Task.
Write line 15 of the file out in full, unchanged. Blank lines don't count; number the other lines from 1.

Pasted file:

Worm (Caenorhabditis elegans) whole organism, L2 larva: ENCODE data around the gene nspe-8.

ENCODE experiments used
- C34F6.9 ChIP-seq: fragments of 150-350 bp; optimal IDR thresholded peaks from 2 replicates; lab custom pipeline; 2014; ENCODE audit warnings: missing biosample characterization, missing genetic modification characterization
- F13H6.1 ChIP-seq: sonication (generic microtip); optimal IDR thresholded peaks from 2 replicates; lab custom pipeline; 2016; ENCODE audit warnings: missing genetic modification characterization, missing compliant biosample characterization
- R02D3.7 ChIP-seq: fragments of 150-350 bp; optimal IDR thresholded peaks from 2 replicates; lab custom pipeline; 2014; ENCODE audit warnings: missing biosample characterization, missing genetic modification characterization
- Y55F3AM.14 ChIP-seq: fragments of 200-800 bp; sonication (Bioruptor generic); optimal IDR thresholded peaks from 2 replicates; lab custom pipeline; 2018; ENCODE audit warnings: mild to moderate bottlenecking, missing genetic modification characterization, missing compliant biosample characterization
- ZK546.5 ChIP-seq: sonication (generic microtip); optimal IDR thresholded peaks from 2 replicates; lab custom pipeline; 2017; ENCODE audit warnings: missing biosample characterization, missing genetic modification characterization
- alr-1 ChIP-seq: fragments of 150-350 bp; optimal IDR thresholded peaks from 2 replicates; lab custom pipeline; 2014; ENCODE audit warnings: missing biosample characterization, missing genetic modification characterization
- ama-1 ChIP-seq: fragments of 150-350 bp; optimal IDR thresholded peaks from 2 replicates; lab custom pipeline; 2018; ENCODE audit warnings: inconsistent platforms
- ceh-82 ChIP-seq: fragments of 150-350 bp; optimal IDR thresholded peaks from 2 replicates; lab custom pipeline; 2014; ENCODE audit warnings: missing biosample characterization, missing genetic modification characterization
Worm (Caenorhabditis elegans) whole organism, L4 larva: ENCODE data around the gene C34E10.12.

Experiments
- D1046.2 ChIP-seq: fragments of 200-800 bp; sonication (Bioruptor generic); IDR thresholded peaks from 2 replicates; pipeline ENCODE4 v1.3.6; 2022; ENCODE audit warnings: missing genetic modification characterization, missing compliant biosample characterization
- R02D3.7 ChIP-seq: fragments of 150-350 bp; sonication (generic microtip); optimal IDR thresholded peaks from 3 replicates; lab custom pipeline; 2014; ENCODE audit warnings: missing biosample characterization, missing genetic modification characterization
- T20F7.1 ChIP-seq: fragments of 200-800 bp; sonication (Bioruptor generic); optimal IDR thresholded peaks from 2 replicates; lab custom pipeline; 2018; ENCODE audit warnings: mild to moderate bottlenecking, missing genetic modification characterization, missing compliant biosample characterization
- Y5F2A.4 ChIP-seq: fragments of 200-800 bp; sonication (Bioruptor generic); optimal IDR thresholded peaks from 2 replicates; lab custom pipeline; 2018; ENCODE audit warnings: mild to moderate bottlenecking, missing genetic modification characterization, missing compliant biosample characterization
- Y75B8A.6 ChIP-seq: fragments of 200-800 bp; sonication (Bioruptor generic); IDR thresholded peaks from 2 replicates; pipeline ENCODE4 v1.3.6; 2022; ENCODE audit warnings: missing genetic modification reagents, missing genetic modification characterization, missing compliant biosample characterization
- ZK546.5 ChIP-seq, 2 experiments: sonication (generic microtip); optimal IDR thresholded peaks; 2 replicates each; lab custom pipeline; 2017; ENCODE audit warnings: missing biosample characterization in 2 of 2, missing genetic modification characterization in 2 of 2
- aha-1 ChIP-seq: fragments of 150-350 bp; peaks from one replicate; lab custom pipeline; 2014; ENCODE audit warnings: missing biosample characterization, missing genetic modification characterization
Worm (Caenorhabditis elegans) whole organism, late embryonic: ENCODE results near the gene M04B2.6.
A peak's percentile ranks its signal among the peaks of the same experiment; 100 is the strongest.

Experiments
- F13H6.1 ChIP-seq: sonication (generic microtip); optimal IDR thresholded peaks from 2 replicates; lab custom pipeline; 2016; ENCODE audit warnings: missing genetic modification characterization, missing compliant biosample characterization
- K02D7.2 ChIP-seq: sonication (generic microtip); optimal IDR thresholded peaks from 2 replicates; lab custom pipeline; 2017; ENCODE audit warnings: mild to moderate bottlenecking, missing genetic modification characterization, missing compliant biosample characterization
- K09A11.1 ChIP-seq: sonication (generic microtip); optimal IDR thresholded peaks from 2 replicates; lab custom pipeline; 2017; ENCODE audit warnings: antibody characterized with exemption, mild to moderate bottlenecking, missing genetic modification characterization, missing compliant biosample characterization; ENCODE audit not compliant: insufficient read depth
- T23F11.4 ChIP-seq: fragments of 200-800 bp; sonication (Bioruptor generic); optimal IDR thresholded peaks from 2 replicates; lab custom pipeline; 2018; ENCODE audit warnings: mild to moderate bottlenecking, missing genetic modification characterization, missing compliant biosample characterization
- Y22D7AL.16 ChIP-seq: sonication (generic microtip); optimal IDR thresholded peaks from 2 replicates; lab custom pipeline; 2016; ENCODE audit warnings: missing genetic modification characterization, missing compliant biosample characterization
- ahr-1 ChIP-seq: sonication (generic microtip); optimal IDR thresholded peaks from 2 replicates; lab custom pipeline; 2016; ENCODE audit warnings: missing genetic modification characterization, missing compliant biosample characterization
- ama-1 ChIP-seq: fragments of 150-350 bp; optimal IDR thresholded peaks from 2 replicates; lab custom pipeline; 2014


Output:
- T20F7.1 ChIP-seq: fragments of 200-800 bp; sonication (Bioruptor generic); optimal IDR thresholded peaks from 2 replicates; lab custom pipeline; 2018; ENCODE audit warnings: mild to moderate bottlenecking, missing genetic modification characterization, missing compliant biosample characterization